Robot 6

Talking Comics with Tim | Jane Irwin on Her Successful ‘Clockwork Game’ Kickstarter

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Last year writer/artist Jane Irwin executed a successful Kickstarter for Clockwork Game: The Illustrious Career of a Chess-Playing Automaton, a historical fiction graphic novel. I was curious to learn about her experience in getting the project successfully funded, and she was kind enough to answer my questions in this brief interview.

Tim O’Shea: How did you decide that you wanted to go the Kickstarter route?

Jane IrwinClockwork Game marks my third time crowdfunding a major project: I took pre-orders from fans to pay for the printing on both Vögelein Issue 1 in 2001 and the first printing of the Vögelein: Clockwork Faerie trade paperback in 2003. Kickstarter seemed like a logical progression – and I’d also seen some other creators I know have good success with it – so I thought I’d give it a try. It turned out to be a really smart decision, and I can’t say enough good things about Kickstarter and the tools it offers its users.

Clockwork Game

Clockwork Game

Were there lessons learned from past Kickstarter experience (yours or others’) as well as during the process? Were there new lessons from this go-around?

Oh, yes, absolutely. The biggest lesson I learned was that I didn’t charge enough for international shipping, despite having people warn me about it up front. I’ve shipped books overseas for the last 10 years, so I figured an extra $10-$15 would be enough, but it turns out the USPS [United States Postal Service] has raised international rates significantly, and most of my overseas packages cost between $20 and $30 to ship. My biggest advice to anyone planning a Kickstarter is to take a set of objects weighing the same amount as your rewards, package them as you intend to ship them, get the post office to give you estimates for the most expensive international postal code, and base your international rates on those. I had to eat a lot of the extra shipping cost, but I have the pleasure of knowing that I have readers enjoying my books in many other countries, including Chile, Sweden and the United Arab Emirates.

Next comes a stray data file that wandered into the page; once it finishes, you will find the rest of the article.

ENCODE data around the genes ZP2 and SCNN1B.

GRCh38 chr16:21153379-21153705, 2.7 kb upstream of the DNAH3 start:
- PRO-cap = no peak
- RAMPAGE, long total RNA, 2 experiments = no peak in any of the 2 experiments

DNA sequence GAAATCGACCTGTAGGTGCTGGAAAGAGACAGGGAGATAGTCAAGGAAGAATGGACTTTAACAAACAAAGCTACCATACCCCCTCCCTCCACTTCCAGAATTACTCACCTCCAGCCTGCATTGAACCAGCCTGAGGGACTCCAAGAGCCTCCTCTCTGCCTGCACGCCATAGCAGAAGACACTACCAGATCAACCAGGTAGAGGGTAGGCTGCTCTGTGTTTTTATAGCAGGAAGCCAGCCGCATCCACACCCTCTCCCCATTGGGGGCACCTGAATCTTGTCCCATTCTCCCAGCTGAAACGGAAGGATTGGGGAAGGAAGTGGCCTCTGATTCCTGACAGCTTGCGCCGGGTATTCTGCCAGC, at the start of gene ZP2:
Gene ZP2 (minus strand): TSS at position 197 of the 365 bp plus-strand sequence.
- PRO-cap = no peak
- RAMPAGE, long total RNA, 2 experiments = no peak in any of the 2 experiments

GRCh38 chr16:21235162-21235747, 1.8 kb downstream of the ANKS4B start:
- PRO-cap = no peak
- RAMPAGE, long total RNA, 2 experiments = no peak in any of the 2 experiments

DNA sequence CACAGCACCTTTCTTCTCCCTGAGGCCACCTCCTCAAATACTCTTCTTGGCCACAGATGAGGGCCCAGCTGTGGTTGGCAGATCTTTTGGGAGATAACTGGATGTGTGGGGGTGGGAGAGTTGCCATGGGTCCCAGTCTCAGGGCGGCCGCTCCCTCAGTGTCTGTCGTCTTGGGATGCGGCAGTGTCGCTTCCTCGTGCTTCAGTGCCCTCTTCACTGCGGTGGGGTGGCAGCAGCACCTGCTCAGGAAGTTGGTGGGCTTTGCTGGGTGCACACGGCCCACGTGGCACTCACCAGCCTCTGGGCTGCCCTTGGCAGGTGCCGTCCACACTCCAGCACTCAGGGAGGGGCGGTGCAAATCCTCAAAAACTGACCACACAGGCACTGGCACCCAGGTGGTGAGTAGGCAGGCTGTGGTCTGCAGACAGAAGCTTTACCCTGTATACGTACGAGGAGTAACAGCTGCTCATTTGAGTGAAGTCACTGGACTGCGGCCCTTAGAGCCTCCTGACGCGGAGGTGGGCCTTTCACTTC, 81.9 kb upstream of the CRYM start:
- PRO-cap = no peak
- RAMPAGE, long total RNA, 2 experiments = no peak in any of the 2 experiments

OK, as we are friends I know about your post office fun recently. Please tell me the fun (a term I use loosely) for your post office experience?

It was definitely a trip – I spent over a thousand dollars, shipped about a 140 packages, and the receipt was four times taller than I am! I was trying to get as many possible rewards shipped  before the end of the year, and I ran into a super-long line filled with people returning holiday presents and taking their kids to get passports while they were out of school. Fortunately for me, everyone seemed to be in good humor, and nobody keyed my car for hogging one of the three stations for three and a half hours. Maybe it was because I played peek-a-boo and folded origami birds for the toddler in the stroller next to me to keep him from crying? All kidding aside, though – the next time I do a project of this size I will definitely consider buying a postage meter and scheduling pickups.

Do you think you will pursue a Kickstarter when it comes time for your next project?

If I’m self-publishing it, definitely. Kickstarter’s built-in tools (surveys, sorting backers by reward levels, public/private updates) made my life so much easier, and the process of transferring funds from Amazon Payments to my bank account went perfectly. I also was lucky enough to be a Staff Pick and even the Project of the Day, so I got an enormous amount of free publicity I would’ve never had if I’d crowdfunded the book on my own. I can see from Kickstarter’s built-in analytics that 51% of my funds came from backers who found me via the Kickstarter site, which means they’d probably never heard of me before, but saw the project listed there and decided to take a chance on it. There’s no way I could have ever afforded to buy such effective advertising;the amount of extra visibility I got was easily worth the 5% fee, and my backers, both old and new, were remarkably generous.  It was a fantastic experience from start to finish.

What’s on the creative pipeline for you, after finishing such a major project like Clockwork Game?

I have several ideas I’m toying with at the moment, but nothing set in stone yet. I’m looking forward to having some time for experimentation before I start another full-length book!

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